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“Should the USPTO allow the patenting of living organisms?”

September 23, 2013
Most people associate patents with mechanical or electronic devices, new chemical substances, intricate machines or other inanimate things. The notion that patents are also available for living things may be puzzling at first. A patent is a form of property right that allows its owner a certain measure of control over how others may make, use or sell the patented invention. Surely the inventor of e.g. a new gyroscope sensor (like those used in Segway scooters) should have good reason to object if a competitor were to copy his new design and start selling it for profit. But should a horticulturist who with similar effort developed a new variety of seedless mandarin be treated the same as an engineer who developed a new gyroscope?

Man has always owned and used plants, animals, and microbes, and has sought to protect them from being commercially exploited by others. The ancient Chinese empire imposed capital punishment on anyone who smuggled silk moth eggs out of the country. In the middle ages, brewers swore their apprentices to secrecy and fiercely guarded “their” special yeast lest it fall into the hands of competitors. And Thomas Jefferson famously smuggled rice out of Italy in defiance of a law prohibiting its exportation “on pain of death.”

In contrast to such secrecy, patents are time-limited and public. Patents are awarded only for new inventions, and must contain a detailed technical description that teaches others how to practice the invention after the patent expires. In many cases involving living materials (e.g. genetically engineered bacteria) the inventor even deposits samples in public cell culture banks where they can be accessed by scientists.

The question of whether the USPTO “should” allow the patenting of living organisms cannot be answered by the USPTO itself. The USPTO is bound by the patent laws, which are mainly concerned with whether an invention is new and original and has technical merit rather than whether it is inanimate or living. For example, the patent laws have long permitted patents on organisms such as bacteria or fungi or other microbes – provided they were engineered or changed from their natural state for some useful purpose. Patented engineered microbes are used in many scientific or industrial processes, ranging from the production of antibiotics to the fermentation of organic waste. Going back to the 1930s, there is also a long history of patents for new varieties of plants that are reproduced asexually, e.g. through cuttings or by grafting or division, such as new fruit trees or new ornamental plants. For example, some of the apple varieties on sale in supermarkets, like Fuji, Red Delicious or Honeycrisp apples, were patented by the horticultural companies that developed them.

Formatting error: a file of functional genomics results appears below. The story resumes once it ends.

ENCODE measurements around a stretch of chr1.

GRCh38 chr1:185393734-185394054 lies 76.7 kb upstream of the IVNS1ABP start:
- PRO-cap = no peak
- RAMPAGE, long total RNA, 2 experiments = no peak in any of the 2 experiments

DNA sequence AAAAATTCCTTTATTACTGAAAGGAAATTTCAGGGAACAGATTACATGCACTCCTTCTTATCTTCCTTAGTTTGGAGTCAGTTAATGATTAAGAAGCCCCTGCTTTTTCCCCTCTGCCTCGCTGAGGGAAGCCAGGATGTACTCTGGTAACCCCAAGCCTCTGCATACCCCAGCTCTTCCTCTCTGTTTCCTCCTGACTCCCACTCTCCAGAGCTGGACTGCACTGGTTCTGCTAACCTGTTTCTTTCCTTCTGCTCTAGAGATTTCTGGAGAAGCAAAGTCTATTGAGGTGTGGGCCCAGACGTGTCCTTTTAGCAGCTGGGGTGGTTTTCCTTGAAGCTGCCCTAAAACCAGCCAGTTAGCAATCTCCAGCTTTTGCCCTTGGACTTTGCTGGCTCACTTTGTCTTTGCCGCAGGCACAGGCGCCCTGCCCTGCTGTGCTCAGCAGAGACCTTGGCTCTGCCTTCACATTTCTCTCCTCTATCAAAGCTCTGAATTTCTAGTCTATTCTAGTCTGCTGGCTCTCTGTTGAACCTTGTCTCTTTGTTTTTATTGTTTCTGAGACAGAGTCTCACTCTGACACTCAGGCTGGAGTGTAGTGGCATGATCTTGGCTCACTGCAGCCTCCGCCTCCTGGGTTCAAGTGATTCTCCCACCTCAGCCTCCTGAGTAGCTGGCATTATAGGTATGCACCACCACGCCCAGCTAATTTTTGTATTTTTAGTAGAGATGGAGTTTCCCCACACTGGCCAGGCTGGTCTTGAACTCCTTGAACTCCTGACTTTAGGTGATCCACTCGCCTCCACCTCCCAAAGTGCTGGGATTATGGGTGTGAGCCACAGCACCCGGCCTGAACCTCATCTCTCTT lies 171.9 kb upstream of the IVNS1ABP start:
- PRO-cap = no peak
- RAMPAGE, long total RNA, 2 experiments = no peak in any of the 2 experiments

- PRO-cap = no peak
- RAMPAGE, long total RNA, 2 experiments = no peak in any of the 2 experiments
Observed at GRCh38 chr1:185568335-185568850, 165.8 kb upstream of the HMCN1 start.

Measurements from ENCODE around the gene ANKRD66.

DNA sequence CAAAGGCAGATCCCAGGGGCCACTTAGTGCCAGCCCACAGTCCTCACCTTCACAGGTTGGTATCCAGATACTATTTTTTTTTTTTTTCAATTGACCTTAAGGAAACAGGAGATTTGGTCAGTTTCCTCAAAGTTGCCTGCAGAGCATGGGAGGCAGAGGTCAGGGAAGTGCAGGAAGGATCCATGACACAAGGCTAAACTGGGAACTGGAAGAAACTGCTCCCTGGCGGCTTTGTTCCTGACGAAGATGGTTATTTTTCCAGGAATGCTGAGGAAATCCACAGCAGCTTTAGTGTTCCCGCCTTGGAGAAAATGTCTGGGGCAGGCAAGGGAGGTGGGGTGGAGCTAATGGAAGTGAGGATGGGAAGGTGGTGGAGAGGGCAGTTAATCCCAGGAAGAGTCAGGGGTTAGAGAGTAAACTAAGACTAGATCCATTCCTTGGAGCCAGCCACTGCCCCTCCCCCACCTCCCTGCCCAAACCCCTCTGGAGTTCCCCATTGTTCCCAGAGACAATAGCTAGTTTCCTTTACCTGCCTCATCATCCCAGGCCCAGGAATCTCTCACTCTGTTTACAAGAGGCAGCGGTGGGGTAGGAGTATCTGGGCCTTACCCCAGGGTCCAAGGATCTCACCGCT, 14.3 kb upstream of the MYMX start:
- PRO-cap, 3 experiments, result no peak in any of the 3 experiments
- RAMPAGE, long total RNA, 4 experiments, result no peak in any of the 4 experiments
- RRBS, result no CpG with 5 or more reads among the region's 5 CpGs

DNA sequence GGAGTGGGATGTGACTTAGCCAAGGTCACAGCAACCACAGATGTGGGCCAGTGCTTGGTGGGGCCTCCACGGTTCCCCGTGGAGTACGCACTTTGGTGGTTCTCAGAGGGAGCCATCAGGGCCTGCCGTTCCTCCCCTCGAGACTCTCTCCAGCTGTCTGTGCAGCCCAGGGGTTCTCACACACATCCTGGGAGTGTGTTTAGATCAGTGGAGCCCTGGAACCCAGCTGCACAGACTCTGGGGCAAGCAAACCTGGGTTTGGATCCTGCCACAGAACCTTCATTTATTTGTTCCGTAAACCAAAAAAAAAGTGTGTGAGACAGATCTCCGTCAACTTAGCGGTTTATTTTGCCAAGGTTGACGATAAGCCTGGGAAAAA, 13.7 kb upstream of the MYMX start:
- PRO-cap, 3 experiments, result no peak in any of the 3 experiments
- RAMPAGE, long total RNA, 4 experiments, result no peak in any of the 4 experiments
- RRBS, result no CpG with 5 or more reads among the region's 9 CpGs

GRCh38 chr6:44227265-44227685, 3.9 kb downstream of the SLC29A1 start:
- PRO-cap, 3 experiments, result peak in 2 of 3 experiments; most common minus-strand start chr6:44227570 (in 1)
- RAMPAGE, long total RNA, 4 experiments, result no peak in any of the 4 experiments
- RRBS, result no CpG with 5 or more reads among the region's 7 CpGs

After the advent of modern biological engineering and breeding techniques, patents were also awarded for new pest- or herbicide-resistant crop varieties, and on vegetables or grains that are more nutritious and stay fresh longer. There are also a number of patents on animals. For example, many hatcheries that supply oyster farmers around the country have long used patented oysters for breeding stock. There are also some patented laboratory animals that were genetically engineered to be useful for e.g. cancer or Alzheimer’s research.

To be clear, the USPTO does not award patents on living organisms (and other things) that were merely discovered in nature. The Supreme Court has said that if a new plant were discovered in the wild it would not be patentable, even if it had never before been known by man. On the other hand, a bacterium that was engineered by man to do something it cannot naturally do – digest crude oil – is patentable under the same conditions that apply to any other kind of invention. And, of course, the USPTO does not award patents on living organisms – even if they were engineered by man – unless they are really new, unobvious, and practically useful just like any other invention. The patent law also specifically forbids patents that would encompass a human being (not that anyone would seriously want to apply for such a patent – but nonetheless, Congress felt it was worth making the point).

Biologically engineered organisms like pest-resistant crops, or modified bacteria for producing antibiotics, can be very expensive and time-consuming to develop. And because they are living and capable of reproduction, they can very easily be copied by competitors without a lot of reverse engineering. For such products, patent protection is often needed to provide assurances that great investments of time and effort ran be recouped down the line. For example, new biotechnology crop varieties can easily require more than a decade of effort and over $100 million in R+D costs before they are approved for commercial use.